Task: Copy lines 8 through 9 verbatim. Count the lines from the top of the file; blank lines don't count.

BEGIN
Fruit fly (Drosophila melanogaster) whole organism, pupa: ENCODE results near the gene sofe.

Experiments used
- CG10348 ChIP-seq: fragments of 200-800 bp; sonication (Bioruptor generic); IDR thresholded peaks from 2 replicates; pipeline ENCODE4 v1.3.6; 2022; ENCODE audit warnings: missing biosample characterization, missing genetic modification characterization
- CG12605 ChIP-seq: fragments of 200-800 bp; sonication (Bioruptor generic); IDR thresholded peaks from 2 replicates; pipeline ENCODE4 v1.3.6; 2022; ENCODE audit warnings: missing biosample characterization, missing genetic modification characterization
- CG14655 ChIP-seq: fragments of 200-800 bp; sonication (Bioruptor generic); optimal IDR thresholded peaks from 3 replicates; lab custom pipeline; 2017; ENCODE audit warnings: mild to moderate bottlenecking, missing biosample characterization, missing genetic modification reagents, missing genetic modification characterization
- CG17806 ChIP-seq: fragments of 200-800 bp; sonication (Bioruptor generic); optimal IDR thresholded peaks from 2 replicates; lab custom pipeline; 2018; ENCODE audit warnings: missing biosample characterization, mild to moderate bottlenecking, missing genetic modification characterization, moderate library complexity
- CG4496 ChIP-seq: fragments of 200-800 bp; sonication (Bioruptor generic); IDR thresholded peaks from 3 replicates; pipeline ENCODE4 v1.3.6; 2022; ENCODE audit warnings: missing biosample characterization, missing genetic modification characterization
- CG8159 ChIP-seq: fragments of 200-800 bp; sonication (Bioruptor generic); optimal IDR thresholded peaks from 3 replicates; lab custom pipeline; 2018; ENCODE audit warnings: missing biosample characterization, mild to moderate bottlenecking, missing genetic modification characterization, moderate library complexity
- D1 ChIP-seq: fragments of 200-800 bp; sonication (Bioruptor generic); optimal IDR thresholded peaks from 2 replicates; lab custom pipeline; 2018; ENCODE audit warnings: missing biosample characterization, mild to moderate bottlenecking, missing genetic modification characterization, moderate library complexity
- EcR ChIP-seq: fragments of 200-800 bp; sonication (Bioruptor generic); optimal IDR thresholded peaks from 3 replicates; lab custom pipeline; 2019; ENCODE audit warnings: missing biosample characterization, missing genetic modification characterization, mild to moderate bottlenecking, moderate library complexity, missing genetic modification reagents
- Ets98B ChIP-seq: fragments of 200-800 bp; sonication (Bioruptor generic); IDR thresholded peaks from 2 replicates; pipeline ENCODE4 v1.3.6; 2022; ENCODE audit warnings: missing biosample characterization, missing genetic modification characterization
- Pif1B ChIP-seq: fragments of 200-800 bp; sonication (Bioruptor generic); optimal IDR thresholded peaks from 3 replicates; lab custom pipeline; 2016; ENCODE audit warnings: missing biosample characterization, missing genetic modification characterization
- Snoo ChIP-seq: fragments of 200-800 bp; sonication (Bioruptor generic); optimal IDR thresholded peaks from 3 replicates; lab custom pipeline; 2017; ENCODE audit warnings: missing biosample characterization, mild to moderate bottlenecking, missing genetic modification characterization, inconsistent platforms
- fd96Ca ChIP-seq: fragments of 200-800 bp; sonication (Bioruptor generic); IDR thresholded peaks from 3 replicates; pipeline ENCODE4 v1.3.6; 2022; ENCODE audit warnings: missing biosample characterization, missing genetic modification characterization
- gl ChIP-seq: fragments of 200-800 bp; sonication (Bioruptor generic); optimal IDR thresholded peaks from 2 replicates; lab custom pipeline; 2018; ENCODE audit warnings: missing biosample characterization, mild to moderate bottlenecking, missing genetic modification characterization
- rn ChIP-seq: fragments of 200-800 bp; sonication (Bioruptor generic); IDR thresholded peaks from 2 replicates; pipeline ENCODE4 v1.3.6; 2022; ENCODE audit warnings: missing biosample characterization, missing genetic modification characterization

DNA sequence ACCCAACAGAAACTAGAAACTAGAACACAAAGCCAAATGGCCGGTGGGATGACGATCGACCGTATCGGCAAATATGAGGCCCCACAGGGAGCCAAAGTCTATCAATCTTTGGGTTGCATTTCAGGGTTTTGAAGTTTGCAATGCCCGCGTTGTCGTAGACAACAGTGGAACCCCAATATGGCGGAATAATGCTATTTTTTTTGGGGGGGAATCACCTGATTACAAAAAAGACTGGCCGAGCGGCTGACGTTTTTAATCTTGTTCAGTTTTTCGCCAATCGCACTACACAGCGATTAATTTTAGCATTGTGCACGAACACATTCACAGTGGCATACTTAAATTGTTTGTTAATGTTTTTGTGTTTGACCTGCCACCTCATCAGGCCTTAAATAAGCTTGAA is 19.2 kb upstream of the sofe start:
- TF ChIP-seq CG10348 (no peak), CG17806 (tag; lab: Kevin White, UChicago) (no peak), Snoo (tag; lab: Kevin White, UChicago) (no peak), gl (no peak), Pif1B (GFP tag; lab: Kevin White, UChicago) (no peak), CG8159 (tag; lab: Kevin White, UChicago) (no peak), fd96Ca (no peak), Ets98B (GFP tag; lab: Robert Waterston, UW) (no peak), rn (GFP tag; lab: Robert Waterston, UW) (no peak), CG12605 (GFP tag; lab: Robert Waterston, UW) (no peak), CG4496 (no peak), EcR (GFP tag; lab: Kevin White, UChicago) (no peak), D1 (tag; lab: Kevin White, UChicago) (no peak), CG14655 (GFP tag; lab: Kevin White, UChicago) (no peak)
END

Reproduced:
- CG8159 ChIP-seq: fragments of 200-800 bp; sonication (Bioruptor generic); optimal IDR thresholded peaks from 3 replicates; lab custom pipeline; 2018; ENCODE audit warnings: missing biosample characterization, mild to moderate bottlenecking, missing genetic modification characterization, moderate library complexity
- D1 ChIP-seq: fragments of 200-800 bp; sonication (Bioruptor generic); optimal IDR thresholded peaks from 2 replicates; lab custom pipeline; 2018; ENCODE audit warnings: missing biosample characterization, mild to moderate bottlenecking, missing genetic modification characterization, moderate library complexity